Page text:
Ever since Vesalius (frontispiece featured above) put the dissection of human cadavers back on the table, the study of human anatomy and cadaver dissection has become one of the seminal experiences of medical education. It has a fraught history, but nowadays, medical students have the assurance that bodies are obtained through legal means, through someone generously donating their body to be a human specimen for scientific study. Instead of its dubiously ethical roots, Anatomy is now one of your first shared experiences with your new classmates and the first opportunity to develop the “detached concern” that will typify the rest of your life as a physician.
It is also a truly intense experience.
I don’t know how other medical schools do it, but here at the University of Chicago, anatomy is a 9-to-5 affair, an intensive 10-week course during the summer when even most of the faculty are gone on vacation. It’s spending hours out of every weekday in the anatomy lab until you think you can still catch whiffs of phenol on yourself even on a Sunday morning just after a shower.
It’s really no wonder that anatomy produces clinical detachment.You tell yourself that you want to learn (and you really do) but by the end of the week, you can’t even get excited enough about taking the heart out of the body to want to stay late to see how it really looks on the inside. You can’t help feeling as you peel muscle away from bone (even if it feels so squicky to even think this) that there are uncanny similarities to carving up meat. You want to take the opportunity to get to know your classmates, but you’re all in the thick of so much more information that you can handle that the stakes feel too high to take the time to reconcile disparate learning styles to really work together as a team.
You want, above all, for these ten bloody weeks to be over already, but you listen to the upper classmen that tell you that you will remember this experience for the rest of your life and that the anatomy will actually turn out to be useful in the end. You stop and take a breath and find your way of both passing anatomy and being at peace with yourself.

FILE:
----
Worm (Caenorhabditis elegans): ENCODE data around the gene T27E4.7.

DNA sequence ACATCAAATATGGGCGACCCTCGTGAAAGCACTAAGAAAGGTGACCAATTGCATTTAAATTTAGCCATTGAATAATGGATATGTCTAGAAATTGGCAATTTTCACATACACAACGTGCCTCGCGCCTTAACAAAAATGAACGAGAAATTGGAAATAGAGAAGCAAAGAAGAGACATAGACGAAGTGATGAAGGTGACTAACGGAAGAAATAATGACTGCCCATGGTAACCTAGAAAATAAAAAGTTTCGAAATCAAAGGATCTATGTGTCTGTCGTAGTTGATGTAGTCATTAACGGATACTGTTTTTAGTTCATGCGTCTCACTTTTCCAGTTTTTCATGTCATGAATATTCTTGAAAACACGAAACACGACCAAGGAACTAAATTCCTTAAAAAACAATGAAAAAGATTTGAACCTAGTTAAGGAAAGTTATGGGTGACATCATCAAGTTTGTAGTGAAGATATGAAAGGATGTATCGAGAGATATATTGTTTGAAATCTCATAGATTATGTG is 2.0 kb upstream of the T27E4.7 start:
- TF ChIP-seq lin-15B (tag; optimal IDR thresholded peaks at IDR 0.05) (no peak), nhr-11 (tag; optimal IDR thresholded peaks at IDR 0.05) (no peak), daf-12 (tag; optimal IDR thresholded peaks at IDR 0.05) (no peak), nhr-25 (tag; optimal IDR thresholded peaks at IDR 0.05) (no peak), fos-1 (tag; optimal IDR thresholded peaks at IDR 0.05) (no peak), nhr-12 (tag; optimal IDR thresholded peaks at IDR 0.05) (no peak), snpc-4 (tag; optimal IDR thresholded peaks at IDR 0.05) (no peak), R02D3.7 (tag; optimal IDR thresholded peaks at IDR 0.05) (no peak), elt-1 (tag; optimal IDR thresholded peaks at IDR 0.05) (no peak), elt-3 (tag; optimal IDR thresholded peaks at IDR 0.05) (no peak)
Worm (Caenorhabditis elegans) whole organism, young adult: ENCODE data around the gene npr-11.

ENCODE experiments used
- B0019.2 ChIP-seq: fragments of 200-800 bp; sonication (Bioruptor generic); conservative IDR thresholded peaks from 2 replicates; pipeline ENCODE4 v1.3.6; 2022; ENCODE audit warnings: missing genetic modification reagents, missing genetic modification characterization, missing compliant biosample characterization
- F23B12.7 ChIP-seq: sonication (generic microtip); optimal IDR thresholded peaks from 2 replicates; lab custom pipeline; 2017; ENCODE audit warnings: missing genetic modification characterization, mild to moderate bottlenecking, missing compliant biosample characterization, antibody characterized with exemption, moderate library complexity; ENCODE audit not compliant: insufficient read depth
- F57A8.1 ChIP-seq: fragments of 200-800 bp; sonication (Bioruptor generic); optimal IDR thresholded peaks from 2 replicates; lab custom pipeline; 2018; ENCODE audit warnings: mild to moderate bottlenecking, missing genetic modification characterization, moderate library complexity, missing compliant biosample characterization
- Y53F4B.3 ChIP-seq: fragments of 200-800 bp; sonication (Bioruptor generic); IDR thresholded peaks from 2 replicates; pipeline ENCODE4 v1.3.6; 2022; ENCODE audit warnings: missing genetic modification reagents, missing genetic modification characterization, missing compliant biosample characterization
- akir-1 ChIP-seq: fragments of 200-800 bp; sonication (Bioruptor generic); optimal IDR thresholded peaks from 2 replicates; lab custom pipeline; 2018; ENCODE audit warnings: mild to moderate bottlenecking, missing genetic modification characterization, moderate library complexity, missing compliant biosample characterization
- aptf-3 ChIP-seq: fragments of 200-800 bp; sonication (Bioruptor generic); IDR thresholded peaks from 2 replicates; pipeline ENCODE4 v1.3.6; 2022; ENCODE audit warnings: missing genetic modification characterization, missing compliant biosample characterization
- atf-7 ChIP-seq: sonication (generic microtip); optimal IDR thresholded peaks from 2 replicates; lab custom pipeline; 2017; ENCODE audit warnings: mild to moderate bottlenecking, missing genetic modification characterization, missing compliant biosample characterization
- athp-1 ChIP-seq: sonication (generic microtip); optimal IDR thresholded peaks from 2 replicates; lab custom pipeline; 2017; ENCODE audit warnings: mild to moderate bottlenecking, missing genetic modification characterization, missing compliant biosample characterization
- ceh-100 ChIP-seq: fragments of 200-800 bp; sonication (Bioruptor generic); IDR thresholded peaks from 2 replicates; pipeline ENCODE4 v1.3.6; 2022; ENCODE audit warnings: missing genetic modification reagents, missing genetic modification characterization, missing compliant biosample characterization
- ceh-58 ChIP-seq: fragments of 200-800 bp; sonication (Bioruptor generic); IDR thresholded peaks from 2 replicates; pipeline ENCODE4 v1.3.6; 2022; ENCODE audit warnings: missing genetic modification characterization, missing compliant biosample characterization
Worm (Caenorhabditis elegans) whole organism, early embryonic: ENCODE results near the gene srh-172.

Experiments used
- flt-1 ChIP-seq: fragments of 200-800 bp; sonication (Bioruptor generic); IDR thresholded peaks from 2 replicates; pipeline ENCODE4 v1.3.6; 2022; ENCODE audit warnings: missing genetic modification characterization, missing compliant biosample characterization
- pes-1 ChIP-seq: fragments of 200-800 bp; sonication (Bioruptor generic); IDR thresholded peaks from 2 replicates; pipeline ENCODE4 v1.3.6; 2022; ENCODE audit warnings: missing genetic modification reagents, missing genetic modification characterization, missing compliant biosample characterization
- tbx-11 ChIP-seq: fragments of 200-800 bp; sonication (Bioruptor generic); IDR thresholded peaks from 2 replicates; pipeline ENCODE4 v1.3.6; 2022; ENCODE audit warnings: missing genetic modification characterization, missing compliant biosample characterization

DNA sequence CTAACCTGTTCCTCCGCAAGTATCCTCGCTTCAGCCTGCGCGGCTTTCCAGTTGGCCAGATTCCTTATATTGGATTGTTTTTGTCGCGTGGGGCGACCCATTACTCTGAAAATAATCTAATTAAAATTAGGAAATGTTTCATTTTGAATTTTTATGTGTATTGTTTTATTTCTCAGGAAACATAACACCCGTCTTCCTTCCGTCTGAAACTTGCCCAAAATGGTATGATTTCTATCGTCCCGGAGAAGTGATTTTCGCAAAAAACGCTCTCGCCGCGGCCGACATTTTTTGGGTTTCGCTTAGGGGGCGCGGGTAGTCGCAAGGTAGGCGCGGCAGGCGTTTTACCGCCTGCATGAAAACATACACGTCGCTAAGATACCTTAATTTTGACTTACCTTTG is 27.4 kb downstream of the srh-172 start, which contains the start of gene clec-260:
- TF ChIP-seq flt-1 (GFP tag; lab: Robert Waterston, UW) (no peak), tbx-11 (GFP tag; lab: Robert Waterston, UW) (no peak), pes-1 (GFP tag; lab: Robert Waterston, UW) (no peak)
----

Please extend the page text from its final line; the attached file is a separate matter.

Here’s how (at least for me):
- **Take care of yourself first **– For me, that involves doing at least ten minutes of yoga a day and making sure to eat and eat well. I signed up for 30 days of yoga for this first month of medical school (and it’s been a true boon for keeping me on my commitment) and gave myself a very generous food budget. Even when money is tight, there are some things that you just don’t sacrifice.
- Focus on the key points, not the details – The amount of information that comes with medical school has sometimes been compared with drinking out of a water hose, and that’s true. However, the truly important material is that which is going to be repeated over and over again. So I’ve been finding that studying has felt more like reviewing the material and fleshing out the big picture rather than picking out minute details. If those minute details that don’t fit into the your conception of the big picture on the test, well…
- Remember that medical school is pass/fail – At least at the University of Chicago, you only need to get a 65% of the test to pass. That’s just over half of the questions on the exam—really not that much of the material. Passing at test feels very different from acing it, so I’m getting used to that feeling and recognize that this is how much general information you really need to become a doctor. (I write this realizing that some school are not yet completely pass/fail. I can’t really speak to those experiences, but any input people from those schools have re: medical school grading and keeping things real would be greatly appreciated!)
- Plan ahead and use your time wisely – I actually haven’t done the best job of this judging by my activity on Twitter and Facebook, but in general, cramming for anatomy is not a thing that works very well. Assimilating a little bit of information every day goes a long way. Even though I have been more lax about this, I still carefully partition the information to fit into the available time, so piece by piece I make sure that it all gets done in a way that works for my learning style. My goal: to really learn the information and not just memorize it to forget the day after the exam.
- **Don’t forget why you are there – **At Pritzker, thankfully, we start work at free clinics during anatomy, so I look forward to the experience of working with patients again so I do not forget why I am going through this. But until those opportunities for patient experiences arise, I’ve been reading stories of inspiration, books about the patient experience, keeping up with my health news and talking to friends near and far to remind myself that there is a reason that I am in medical school.
So, current and former medical students, what are your thoughts on surviving anatomy?****